Forecasting life expectancy in an international context
Over the past two centuries, the life expectancy has more than doubled in many countries, for both males and females. The levels of the countries with the highest life expectancies have risen almost linearly. We exploit this regularity by using the classic univariate ARIMA model to forecast future levels of best-practice life expectancy. We then compare two alternative stochastic models for forecasting the gap between the best-practice level and life expectancy in a particular population. One of our approaches is based on the concept of discrete geometric Brownian motion; our other approach relies on a discrete model of geometric mean-reverting processes. A key advantage of our strategy is that the life expectancies forecast for different countries are positively correlated because of their tie to the forecast best-practice line. We provide illustrations based on Italian and US data.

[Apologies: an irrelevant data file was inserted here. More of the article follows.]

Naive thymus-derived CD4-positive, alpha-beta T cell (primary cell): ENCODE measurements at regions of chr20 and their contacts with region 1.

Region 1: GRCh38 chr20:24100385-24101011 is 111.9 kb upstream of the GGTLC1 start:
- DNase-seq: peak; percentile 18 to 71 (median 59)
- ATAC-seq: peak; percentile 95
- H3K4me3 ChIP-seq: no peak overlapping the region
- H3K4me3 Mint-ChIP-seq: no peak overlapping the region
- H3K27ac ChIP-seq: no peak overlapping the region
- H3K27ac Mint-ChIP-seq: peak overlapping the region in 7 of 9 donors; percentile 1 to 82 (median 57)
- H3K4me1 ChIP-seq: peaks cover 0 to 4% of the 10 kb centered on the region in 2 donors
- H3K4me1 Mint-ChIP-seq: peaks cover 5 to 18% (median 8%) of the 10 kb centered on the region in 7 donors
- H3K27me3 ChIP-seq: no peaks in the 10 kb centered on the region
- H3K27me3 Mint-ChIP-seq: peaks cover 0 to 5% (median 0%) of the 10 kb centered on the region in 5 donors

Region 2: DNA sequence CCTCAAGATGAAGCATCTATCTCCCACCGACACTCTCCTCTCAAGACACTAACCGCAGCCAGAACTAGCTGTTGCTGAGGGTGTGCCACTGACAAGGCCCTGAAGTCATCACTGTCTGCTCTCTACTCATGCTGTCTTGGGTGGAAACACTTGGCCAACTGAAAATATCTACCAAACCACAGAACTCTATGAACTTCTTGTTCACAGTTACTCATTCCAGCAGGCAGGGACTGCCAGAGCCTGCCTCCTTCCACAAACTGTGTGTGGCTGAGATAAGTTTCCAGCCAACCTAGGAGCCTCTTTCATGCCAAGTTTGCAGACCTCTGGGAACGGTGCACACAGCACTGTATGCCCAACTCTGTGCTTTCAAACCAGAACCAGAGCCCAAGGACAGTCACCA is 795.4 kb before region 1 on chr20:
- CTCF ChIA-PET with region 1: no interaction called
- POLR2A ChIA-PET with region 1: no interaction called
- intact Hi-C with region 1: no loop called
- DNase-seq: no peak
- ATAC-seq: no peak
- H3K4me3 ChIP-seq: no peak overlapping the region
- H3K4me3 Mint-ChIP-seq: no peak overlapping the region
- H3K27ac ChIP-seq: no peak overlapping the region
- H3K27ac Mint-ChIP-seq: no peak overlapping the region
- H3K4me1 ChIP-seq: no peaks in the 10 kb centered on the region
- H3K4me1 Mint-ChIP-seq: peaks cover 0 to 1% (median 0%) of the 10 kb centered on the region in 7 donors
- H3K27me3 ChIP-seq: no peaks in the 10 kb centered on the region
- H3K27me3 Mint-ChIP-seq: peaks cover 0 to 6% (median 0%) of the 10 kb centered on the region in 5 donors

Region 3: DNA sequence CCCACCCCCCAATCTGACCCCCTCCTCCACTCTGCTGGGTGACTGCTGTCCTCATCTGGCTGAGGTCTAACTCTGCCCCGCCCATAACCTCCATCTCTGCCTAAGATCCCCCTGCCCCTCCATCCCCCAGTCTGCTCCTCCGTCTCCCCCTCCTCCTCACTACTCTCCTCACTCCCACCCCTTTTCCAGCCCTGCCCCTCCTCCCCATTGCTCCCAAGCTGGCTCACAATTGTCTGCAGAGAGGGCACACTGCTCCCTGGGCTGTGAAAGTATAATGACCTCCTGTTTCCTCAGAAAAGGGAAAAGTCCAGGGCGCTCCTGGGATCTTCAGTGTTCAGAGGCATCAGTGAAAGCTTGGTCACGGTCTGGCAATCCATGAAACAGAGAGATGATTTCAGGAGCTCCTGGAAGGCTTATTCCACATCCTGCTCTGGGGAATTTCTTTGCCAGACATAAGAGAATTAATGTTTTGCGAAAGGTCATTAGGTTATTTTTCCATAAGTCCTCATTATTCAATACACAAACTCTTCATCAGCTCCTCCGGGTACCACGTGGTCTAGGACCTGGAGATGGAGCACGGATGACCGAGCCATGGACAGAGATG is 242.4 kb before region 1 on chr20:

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- Kirill F. Andreev & James W. Vaupel, 2006. "Forecasts of cohort mortality after age 50," MPIDR Working Papers WP-2006-012, Max Planck Institute for Demographic Research, Rostock, Germany.
- Booth, Heather, 2006. "Demographic forecasting: 1980 to 2005 in review," International Journal of Forecasting, Elsevier, vol. 22(3), pages 547-581.
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- Jacques Vallin & France Meslé, 2009. "The Segmented Trend Line of Highest Life Expectancies," Population and Development Review, The Population Council, Inc., vol. 35(1), pages 159-187.
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